Sometimes when I lost all my hope I considered the option of killing myself. We are the people on this earth who have been denied all their rights, the human rights. So many times I thought that I am may be nothing more than an animal. Why are terrorists being imposed on us? From whom in this world we seek the help? Who is the person responsible for all the suffering of so many human beings?
Being a mother of four children I dropped the idea of committing suicide as at least we have to live for them. But the situation is so bleak that I have again been losing the hope. Terrorists have been terrorising us, but still the world is silent. Pakistan's President Pervez Musharraf is not serious in war on terror. He is just playing the game for keeping himself in power.
Hillary Clinton has called Benazir Bhutto a “courageous and determined leader” whose vision, hopefully, will continue to inspire the people of Pakistan.
In a letter to Asif Ali Zardari, Senator Clinton, after expressing condolences to him and his children on her and her husband, former US president Bill Clinton’s behalf, writes, “As so many people know Benazir was a courageous and determined leader. To us, she was also a friend and we are grateful that we had the opportunity to know her and work closely with her. We hope that her vision will continue to inspire possibilities for a better, more hopeful future for the people she loved and the country she served. We will be keeping you, your family and the people of Pakistan in our thoughts and prayers.”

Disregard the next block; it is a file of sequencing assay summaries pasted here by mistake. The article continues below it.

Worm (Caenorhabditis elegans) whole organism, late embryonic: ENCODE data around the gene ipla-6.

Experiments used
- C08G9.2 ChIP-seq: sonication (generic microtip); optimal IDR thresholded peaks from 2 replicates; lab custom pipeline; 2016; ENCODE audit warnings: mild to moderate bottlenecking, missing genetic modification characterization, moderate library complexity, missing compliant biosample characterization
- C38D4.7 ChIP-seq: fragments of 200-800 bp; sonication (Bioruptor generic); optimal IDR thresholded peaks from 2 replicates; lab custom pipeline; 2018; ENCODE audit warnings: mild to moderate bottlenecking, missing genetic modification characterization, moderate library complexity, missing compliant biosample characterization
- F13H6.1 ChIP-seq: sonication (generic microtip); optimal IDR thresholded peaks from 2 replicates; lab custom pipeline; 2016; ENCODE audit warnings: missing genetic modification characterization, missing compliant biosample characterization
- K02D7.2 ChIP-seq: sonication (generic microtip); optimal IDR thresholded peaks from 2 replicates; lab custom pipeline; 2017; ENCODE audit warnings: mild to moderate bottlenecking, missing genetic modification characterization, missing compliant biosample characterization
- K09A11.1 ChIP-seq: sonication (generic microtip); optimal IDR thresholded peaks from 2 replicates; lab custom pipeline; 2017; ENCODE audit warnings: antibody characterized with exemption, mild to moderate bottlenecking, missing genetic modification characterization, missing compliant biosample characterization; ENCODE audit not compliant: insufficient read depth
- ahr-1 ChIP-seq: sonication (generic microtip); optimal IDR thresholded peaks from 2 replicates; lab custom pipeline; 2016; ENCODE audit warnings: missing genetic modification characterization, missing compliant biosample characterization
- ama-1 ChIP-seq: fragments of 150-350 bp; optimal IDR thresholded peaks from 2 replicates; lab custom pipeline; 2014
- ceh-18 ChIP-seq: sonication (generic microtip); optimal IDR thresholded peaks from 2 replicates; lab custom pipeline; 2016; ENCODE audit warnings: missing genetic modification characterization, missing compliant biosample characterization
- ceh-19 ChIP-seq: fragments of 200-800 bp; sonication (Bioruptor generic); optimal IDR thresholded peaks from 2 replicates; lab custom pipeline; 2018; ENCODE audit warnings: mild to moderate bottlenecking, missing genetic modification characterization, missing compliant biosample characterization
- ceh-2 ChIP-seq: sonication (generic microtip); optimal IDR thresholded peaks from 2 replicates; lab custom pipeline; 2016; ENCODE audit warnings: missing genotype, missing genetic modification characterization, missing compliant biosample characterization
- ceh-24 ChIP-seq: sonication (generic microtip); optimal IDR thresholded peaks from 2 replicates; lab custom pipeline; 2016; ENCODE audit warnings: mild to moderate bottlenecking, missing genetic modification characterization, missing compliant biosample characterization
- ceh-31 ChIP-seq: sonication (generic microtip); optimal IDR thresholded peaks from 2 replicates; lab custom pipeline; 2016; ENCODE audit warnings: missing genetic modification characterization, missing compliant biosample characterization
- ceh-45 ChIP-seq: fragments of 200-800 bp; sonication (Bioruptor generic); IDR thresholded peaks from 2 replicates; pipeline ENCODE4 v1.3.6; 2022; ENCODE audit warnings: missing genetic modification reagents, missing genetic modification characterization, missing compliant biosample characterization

Meanwhile, American political leaders and establishment figures appear to have decided to ignore the negative perceptions about Zardari in order to reach out to him as the leader of Pakistan’s largest political party, a source on Capitol Hill said:
“It is clear that perceptions in Pakistan are sometimes manipulated so we have to deal with Benazir Bhutto’s successor in his own right and not in the light of unflattering things said about him by past and present Pakistani establishments and political opponents.